Re: re: Cabin pressure controls

From:         "Robert D. Seals" <>
Organization: Atmospheric Sciences Research Center, SUNY Albany
Date:         08 Sep 95 02:35:33 
References:   1 2
Followups:    1
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I have no idea whether pressurization methods are different or
better or worse on various planes. However, I do know that "ear
block" and "sinus block" are well known results of upper respiratory
infections and nasal allergic reactions.

Normally, small openings inside the head (like the eustachian tube)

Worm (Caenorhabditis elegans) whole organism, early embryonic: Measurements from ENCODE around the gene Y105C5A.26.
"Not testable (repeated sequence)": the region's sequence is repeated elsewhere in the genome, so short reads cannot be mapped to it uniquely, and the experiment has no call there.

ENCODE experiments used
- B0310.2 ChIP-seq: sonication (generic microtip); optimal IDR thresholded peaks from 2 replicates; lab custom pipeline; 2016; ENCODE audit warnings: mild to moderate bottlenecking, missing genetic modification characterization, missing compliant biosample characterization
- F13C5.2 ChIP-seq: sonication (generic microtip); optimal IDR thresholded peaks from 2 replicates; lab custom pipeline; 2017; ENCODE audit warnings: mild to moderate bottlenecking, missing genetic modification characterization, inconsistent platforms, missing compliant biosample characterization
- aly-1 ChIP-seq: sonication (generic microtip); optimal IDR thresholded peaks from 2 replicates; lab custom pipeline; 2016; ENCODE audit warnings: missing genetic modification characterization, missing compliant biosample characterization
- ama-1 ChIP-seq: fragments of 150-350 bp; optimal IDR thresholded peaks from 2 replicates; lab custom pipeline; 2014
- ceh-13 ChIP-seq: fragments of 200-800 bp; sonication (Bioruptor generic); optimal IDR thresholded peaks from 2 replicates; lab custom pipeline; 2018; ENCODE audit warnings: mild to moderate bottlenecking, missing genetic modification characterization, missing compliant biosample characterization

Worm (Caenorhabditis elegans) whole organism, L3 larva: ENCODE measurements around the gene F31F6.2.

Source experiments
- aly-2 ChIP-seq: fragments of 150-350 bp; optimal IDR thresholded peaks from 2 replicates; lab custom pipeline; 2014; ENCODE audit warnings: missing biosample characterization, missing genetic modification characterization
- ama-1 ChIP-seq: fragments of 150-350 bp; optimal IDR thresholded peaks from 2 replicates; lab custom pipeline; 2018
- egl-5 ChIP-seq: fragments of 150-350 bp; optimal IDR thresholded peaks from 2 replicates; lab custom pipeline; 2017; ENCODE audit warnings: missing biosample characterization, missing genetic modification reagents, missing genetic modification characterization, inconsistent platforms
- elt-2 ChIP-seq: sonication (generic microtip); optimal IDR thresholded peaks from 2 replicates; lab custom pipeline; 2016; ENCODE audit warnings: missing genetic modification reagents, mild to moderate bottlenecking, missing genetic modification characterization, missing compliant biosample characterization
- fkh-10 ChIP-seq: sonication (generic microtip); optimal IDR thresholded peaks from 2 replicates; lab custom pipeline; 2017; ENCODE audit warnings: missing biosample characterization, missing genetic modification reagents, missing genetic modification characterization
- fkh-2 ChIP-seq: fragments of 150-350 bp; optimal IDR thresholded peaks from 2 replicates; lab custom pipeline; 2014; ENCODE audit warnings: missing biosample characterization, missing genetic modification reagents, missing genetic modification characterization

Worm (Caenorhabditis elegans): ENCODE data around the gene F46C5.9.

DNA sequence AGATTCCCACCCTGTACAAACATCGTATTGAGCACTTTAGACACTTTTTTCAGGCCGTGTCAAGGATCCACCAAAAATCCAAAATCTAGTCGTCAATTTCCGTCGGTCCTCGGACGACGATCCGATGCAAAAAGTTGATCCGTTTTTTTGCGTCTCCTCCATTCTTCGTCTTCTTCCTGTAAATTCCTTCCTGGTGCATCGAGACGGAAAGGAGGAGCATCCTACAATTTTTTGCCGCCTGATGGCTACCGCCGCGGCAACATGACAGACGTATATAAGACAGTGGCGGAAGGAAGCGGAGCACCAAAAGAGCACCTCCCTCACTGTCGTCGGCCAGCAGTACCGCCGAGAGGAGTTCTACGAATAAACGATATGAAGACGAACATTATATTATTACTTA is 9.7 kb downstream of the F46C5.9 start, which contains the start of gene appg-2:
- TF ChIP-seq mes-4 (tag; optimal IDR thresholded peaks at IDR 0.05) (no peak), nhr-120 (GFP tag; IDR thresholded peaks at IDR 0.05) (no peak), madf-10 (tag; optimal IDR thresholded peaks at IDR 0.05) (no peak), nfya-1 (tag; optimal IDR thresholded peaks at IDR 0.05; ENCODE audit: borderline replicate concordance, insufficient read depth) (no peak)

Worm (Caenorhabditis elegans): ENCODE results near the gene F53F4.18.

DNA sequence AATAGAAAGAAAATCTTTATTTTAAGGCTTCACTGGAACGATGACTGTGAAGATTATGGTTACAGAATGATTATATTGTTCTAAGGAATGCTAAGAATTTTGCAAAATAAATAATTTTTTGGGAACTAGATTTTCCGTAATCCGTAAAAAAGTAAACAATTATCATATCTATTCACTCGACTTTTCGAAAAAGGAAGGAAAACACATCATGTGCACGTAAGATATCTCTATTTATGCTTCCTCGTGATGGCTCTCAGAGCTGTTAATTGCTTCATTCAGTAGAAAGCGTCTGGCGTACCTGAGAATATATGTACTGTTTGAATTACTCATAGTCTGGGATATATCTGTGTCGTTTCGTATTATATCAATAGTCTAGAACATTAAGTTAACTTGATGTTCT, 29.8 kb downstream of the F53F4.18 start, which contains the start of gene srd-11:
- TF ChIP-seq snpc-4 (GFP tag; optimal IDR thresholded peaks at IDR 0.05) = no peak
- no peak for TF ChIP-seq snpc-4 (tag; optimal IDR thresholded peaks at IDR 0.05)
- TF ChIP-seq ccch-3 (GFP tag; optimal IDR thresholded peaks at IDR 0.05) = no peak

allow fluids to pass back and forth to allow the pressure to
equalize with cabin pressure. When you get some kinds of infections,
maybe a cold, the tubes swell to the point that the fluids cannot pass.
The result is unbelievable pain.

I thought there was something wrong with the cabin
pressure on one flight I was on, until I realized (months later) what
had actually happened: I was sick with a cold, and I got sinus block.
I read about this in the Cessna "Pilot Safety and Warning Supplements"
that my brother-in-law gave me.

So, maybe some planes have pressure problems, or maybe you are prone to